Harry Gravell helped save the Delaware City refinery


Good morning, The death this week of former Delaware Building Trades Council chief Harry Gravell, Jr. at age 67 brought back memories of a turning point in the state’s business history.

In 2008 and 2009, Delaware had been hammered by the loss of its two auto plants. In a disastrous hat trick, Valero had closed the Delaware City refinery, which had reportedly been losing $1 million a day.

Brian Selander, a member of the administration of then Gov. Jack Markell, remembered one tense day in Dover.

“The refinery closed down and there were no jobs on the horizon. He led hundreds down to the capital to be heard. They were tossing work boots at the building to remind people what it was like to walk in their shoes. Jack Markell needed to get into the crowd and talk to them but State Police were worried. No worries, we thought. Harry’s in charge. Nobody messes with him.”


PBF Energy, a start-up, emerged as a possible buyer, but Thomas O’Malley, the founder of a company that was eying Delaware City as its first refinery needed a labor deal.

Alan Levin, director of the Delaware Economic Development Office, got O’Malley and Gravell together.

Both O’Malley and Gravell, a Salesianum graduate and Vietnam veteran, were known to be hard-nosed negotiators.

“Harry needed a good deal for his guys,” Levin remembered. The same was true for O’Malley, a tough former commodities trader and veteran CEO who made it clear that he would go elsewhere if an agreement could not be struck.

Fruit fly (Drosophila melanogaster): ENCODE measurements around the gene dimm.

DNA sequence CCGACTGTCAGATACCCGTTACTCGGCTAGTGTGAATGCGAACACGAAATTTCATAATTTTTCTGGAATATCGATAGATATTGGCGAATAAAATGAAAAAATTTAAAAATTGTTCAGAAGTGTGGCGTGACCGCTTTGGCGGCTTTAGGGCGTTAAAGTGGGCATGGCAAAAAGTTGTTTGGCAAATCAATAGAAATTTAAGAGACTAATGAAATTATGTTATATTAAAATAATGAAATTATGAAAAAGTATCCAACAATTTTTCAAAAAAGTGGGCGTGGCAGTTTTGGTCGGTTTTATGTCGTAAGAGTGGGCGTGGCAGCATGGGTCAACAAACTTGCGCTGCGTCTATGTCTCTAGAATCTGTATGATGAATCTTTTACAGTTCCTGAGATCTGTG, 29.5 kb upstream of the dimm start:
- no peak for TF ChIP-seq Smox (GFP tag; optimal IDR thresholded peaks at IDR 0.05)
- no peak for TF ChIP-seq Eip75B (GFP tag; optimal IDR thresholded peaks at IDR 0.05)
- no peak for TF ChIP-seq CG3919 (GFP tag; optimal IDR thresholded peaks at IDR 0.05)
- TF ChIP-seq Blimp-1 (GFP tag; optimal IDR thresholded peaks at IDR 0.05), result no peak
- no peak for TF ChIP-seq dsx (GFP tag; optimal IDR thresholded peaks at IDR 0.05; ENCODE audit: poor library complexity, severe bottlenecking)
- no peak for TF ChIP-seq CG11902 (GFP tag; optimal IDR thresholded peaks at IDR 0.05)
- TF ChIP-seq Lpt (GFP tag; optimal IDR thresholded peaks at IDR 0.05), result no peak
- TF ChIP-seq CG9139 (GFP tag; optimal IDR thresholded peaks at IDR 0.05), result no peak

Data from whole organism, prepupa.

“Harry knew when to fight and when to compromise,” Levin said. In the end, a deal was struck that worked out well for both. A financial package that included a contribution from the state led PBF to invest $200 million in the refinery.

Delaware City emerged as a success story for the Markell Administration that is rarely noted these days. PBF now operates five refineries around the nation and has continued to invest in the First State refinery.

“Harry was as smart as he was strong and as kind as he was funny. He knew who he fought for and knew what mattered most. He made everyone better for knowing him,” Selander remembered.

Levin, who now resides in Rehoboth, echoed those sentiments and remembered running into Gravell, who had retired to Lewes, at SoDel Concepts restaurants. (Levin, who is best known for building Happy Harry’s drug stores into a statewide chain, serves as an advisor for SoDel)

“Can’t I get a free meal around here?” Gravell would good-naturedly ask Levin. That would lead to the kind of back and forth that comes with two friends who went through a battle together.

Click herefofor moren Gravell’s life from the Cape Gazette.

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